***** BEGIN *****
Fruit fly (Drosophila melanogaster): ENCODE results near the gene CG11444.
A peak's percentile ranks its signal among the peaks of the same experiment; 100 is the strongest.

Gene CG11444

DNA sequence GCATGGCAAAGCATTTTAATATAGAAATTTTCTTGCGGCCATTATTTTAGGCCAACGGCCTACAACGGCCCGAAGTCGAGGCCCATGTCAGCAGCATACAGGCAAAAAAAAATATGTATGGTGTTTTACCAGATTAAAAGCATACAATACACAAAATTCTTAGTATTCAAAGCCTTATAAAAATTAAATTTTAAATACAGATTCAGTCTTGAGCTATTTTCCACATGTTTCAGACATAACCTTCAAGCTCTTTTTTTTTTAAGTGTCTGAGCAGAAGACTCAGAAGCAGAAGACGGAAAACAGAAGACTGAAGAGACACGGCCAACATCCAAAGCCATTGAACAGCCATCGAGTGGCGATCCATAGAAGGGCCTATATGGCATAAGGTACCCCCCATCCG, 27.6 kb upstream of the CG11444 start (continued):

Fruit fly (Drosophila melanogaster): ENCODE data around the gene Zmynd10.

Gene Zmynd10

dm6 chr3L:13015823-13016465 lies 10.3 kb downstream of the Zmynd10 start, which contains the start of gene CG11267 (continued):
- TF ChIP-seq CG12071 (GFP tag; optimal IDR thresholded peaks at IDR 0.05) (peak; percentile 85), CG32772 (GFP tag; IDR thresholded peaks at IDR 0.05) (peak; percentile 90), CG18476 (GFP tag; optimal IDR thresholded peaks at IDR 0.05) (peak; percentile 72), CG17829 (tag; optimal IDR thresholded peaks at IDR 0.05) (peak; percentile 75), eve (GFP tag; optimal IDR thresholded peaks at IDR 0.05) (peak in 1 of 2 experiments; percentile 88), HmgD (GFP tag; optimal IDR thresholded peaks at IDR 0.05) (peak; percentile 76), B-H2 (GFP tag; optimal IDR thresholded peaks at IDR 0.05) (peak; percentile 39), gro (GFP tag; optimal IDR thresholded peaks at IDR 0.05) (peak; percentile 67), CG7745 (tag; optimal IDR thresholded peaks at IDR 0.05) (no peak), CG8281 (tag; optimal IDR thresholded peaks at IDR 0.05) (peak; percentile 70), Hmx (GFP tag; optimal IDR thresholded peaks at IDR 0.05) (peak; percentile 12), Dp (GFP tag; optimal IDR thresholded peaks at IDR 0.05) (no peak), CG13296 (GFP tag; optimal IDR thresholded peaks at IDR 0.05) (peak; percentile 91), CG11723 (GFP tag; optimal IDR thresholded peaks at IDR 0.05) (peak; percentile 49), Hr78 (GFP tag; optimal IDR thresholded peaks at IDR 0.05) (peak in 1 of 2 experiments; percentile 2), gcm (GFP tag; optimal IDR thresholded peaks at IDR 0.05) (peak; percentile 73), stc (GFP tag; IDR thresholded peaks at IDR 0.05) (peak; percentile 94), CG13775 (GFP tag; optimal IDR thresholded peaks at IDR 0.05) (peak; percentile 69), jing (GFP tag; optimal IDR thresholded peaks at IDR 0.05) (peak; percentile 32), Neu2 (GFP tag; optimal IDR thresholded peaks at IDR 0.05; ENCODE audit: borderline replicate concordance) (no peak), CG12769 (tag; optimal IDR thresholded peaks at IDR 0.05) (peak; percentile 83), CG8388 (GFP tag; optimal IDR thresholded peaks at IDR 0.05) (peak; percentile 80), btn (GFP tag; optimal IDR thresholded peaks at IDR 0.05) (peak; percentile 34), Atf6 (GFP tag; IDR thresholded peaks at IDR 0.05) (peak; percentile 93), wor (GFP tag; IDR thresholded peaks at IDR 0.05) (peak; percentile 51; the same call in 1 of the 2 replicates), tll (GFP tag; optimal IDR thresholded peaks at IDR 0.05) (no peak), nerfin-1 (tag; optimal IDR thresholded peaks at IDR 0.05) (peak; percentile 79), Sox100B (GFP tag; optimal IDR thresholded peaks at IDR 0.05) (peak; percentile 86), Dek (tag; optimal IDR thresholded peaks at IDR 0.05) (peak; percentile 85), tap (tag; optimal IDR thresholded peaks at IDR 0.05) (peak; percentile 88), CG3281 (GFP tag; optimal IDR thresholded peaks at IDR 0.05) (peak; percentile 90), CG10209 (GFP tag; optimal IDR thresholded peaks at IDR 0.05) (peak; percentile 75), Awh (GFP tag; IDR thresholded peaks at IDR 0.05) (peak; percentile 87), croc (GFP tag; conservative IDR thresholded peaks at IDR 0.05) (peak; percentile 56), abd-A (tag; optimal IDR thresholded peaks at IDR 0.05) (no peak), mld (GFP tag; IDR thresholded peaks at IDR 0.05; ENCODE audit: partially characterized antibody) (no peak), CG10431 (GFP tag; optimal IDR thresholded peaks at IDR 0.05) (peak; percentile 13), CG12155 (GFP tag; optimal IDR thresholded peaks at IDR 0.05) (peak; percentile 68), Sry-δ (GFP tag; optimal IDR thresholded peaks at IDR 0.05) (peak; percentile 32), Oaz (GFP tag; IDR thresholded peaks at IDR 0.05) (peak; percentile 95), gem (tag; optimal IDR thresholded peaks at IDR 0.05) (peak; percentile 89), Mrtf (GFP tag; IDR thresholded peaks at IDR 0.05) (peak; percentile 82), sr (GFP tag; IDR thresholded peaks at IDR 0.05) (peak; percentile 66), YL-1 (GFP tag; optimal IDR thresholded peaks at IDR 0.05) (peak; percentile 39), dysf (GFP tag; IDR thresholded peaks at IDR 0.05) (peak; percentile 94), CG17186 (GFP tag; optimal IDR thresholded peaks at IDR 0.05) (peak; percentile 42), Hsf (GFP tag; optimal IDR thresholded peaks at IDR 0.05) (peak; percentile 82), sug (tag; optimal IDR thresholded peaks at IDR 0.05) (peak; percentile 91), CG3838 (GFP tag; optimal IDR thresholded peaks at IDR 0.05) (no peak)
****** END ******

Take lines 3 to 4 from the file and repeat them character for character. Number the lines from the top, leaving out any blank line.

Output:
Gene CG11444

DNA sequence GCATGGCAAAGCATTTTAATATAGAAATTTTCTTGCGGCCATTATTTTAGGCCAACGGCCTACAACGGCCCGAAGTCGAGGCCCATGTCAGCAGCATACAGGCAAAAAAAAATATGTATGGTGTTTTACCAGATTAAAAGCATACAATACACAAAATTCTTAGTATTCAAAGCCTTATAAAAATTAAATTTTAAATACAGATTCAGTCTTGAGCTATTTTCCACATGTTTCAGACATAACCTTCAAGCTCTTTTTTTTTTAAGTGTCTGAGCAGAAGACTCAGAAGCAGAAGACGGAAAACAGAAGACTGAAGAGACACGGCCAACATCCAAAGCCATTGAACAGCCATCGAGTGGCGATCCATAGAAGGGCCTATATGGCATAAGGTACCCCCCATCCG, 27.6 kb upstream of the CG11444 start (continued):